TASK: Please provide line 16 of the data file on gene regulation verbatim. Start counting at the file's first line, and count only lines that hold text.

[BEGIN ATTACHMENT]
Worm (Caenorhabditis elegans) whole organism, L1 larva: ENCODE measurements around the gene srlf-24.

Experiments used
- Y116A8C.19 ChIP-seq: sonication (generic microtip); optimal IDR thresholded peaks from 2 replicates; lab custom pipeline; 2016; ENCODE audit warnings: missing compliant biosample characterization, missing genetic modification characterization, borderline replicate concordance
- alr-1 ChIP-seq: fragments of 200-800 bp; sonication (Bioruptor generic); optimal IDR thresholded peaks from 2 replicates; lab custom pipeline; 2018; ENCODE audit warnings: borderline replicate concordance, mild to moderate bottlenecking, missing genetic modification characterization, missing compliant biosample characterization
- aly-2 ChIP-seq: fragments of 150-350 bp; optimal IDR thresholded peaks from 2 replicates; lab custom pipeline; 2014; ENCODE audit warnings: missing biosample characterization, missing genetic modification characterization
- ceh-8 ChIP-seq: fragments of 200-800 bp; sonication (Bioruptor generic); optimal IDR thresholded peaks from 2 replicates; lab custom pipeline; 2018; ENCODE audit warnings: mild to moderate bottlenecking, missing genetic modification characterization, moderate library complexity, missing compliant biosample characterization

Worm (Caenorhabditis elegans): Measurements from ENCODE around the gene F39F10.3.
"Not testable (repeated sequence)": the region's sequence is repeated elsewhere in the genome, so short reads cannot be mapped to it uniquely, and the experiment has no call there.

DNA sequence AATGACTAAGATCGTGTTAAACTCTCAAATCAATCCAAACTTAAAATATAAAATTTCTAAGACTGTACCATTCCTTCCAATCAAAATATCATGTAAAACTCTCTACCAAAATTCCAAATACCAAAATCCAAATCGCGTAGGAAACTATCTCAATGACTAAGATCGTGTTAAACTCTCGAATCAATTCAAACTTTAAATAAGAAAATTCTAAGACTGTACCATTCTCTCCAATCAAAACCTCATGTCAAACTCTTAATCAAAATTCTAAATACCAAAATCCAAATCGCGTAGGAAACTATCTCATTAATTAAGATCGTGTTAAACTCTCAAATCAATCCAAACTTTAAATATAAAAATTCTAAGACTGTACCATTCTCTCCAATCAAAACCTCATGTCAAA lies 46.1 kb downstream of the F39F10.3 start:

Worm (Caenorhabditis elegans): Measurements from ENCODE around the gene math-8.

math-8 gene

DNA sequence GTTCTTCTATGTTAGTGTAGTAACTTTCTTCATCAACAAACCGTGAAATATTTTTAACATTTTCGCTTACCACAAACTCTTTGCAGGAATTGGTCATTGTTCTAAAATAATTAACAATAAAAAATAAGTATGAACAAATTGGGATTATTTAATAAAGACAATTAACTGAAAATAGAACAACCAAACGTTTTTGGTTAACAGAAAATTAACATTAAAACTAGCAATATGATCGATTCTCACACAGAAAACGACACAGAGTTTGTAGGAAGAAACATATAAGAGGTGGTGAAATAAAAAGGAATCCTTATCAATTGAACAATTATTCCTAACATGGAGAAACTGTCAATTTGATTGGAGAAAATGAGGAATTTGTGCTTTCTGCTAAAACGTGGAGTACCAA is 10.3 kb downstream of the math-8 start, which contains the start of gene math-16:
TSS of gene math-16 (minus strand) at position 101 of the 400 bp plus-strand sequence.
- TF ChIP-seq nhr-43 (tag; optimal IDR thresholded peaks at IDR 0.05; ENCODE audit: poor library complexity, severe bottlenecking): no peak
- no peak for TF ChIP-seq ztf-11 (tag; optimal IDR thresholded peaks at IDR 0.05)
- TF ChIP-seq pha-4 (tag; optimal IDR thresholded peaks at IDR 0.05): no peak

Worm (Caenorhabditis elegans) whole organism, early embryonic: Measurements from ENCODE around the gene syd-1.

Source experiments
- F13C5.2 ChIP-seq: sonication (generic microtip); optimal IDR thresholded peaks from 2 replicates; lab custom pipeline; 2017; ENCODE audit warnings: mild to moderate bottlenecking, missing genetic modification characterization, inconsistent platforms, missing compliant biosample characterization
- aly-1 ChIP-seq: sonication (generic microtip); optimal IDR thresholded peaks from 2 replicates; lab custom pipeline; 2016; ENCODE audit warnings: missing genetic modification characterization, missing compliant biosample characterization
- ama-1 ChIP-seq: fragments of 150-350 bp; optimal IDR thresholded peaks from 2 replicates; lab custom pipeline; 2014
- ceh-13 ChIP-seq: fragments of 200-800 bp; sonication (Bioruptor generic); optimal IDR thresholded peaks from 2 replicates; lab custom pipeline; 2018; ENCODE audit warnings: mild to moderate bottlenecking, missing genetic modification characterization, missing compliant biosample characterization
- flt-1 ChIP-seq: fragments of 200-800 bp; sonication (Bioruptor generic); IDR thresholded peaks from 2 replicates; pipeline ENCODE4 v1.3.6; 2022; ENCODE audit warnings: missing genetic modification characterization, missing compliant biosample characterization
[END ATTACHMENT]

- TF ChIP-seq pha-4 (tag; optimal IDR thresholded peaks at IDR 0.05): no peak